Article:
Loft or fuzz or lack of fuzz in a yarn can really change the way the tapestry reacts to light and the colour. Greasy feeling yarns have little or no fuzz because it sticks down to the shaft of the yarn changing and greying colour.

    I only discovered that the Harrisville would change to a lofiier thread by accident when washed. Dyeing takes away from my weaving time and I have sort of moved on away from using wool in my tapestries. Unless I am teaching and then I use the Norwegian elv yarns that I/ FFP imports or paternayan because it's easy to source. The elv yarns happens to be a worsted yarn and feels very silky in the finished tapestries and I can use 6 strands in my weft bundle for better melanges and chenes. The interrefection because of it's silkiness is very different from just about any other yarn I have used. Since I don't dye I find most yarn sources don't have enough colours or colour runs for my personal style of weaving and will mix different types of yarns and yarn companies.
    Back to your question-- I
    I think that two things were going on. First the yarns were greasy and felt greasy. When they were mixed together and packed they became denser and darker.AND, of course heathered yarns are always darker when woven(My opinion) They looked and felt odd compared to things such as the Shannock and paternayan wools I liked. I am still worried that those yarns might have attracted dirt over the years.

    I am in the process of writing a book on colour and optical blending of wefts with Pat Spark who is a felter. In working with Pat and we have been reallty studying optical blending, how it works, and writing about it. Since she starts with a fleece and never works with yarns I have realized many more things about how yarn works when woven into tapestry.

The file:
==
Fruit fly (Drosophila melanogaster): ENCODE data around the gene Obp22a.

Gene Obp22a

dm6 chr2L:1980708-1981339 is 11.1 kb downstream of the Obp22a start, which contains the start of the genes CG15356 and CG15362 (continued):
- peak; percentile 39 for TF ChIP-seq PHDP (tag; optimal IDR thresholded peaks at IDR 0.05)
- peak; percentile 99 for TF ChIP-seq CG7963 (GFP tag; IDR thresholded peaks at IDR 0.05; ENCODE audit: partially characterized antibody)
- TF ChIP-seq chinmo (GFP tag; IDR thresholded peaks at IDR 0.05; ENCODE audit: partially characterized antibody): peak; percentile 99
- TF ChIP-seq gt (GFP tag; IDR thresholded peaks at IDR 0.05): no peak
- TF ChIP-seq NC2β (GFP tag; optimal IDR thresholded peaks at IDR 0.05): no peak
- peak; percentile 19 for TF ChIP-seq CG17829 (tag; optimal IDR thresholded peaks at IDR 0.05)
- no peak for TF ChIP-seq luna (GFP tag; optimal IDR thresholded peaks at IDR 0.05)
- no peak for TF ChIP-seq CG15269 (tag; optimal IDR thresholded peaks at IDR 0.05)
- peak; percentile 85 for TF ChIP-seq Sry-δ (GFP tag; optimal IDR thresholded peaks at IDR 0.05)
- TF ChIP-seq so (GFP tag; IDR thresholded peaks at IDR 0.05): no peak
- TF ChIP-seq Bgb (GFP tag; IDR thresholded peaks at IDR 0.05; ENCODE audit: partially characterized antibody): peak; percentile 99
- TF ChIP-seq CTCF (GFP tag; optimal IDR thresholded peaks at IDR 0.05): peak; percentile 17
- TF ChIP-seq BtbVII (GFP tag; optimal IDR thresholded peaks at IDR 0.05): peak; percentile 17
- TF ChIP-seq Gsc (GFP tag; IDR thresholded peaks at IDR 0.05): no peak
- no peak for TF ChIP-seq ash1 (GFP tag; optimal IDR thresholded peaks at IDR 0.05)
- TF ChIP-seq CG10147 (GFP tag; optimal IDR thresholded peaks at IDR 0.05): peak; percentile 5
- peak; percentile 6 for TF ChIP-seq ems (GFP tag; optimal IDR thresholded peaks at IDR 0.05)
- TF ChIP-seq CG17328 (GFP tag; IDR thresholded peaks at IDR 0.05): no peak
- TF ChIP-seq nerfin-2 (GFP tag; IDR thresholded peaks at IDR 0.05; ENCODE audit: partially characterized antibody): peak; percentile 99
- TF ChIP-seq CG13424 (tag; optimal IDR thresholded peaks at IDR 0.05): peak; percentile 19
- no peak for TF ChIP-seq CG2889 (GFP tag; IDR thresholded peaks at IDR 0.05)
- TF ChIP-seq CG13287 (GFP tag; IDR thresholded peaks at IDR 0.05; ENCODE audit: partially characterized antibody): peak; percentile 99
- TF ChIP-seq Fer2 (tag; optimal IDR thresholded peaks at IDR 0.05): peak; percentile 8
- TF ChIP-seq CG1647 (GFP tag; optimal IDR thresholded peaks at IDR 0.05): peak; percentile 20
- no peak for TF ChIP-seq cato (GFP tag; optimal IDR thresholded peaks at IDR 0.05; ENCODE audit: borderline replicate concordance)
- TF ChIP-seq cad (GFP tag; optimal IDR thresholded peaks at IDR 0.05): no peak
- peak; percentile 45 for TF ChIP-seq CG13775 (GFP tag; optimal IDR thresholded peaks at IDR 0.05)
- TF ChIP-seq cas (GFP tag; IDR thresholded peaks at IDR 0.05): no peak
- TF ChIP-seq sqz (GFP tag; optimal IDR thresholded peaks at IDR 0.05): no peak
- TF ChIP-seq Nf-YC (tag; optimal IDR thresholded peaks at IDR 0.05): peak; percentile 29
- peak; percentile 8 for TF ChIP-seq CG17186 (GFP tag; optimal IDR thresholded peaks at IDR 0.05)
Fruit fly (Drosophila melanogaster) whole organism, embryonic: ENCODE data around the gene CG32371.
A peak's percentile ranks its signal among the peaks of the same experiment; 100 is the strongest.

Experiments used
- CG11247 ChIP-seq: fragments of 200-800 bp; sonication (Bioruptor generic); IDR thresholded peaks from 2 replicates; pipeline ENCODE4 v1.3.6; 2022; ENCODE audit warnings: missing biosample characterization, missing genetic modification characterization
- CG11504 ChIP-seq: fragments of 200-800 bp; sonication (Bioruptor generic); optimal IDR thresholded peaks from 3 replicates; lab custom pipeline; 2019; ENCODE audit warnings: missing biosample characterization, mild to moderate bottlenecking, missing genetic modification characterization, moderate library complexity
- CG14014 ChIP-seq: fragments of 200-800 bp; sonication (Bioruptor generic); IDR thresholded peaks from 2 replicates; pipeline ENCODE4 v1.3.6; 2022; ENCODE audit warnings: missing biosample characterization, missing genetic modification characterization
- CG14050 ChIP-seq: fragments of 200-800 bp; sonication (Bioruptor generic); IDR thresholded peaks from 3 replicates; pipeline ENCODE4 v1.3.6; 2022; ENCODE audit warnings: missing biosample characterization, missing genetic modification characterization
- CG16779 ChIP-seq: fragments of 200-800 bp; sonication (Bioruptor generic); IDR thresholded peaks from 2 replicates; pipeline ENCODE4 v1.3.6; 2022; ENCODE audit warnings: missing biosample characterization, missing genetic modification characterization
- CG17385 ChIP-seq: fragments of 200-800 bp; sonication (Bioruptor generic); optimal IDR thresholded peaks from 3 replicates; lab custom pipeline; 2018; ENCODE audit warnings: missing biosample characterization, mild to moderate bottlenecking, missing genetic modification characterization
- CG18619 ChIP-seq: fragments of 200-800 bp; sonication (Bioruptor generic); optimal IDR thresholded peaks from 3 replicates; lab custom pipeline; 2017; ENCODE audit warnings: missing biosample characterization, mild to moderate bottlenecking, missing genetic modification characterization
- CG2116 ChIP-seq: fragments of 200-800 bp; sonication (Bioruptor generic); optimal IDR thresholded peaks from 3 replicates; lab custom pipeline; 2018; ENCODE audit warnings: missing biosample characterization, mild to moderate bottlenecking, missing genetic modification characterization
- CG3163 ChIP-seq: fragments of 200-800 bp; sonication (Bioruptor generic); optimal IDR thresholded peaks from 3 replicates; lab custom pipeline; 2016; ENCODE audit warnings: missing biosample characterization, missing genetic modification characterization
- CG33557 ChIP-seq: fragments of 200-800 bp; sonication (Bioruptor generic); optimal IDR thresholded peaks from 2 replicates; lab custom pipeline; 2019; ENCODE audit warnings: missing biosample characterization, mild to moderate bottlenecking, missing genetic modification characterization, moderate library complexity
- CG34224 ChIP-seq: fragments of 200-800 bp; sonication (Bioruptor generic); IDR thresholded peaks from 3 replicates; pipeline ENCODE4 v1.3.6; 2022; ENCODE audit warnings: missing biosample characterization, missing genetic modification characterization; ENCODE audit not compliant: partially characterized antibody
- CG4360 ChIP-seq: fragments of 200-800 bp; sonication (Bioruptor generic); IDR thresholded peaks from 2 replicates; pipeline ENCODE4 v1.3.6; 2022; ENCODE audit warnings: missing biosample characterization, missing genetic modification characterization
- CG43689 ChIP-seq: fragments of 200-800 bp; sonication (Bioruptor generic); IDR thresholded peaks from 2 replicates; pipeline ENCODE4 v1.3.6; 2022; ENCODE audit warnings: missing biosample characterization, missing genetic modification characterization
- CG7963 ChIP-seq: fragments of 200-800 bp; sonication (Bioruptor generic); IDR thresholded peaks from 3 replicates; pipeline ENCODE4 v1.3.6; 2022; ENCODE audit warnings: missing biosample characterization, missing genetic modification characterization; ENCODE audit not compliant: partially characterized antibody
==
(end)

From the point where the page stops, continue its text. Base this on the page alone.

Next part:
The other thing is that the specks of colour in heathered yarns are too small and change the inter-reflection of the yarns when packed down. We were in the process at the time of trying to figure out why the optical blends of felt have a tendency to become grey faster then tapestry yarns when mixed into optical blends such as chene's and melanges.
    At the time was using a a combination of paternayan and harrisville to get the chenes and melanges I wanted. Paternayan is very lofty compared to Harrisvilles greaser yarn and the nature of the Harrisville heathered yarns was to pack down more solidly leaving fewer little bits of colour to create the optical blends-thus both physically and optically greying the colours of the Harrisville yarns when woven.
    I have decided I need to write a blog about this that I will post in a day or two that will explain what I am writing about better and in better detail.

    Thanks for getting me to start putting my new ideas into words. I am really enjoying the conversation.
    .
    .

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    1. Kathe, thank you so much for this discussion! I can't wait to see your new book. I have to completely agree with everything you say here. I also don't like the grease in the yarn and wouldn't use it if I didn't dye it myself which gets rid of all of it during various dyeing processes starting with scouring.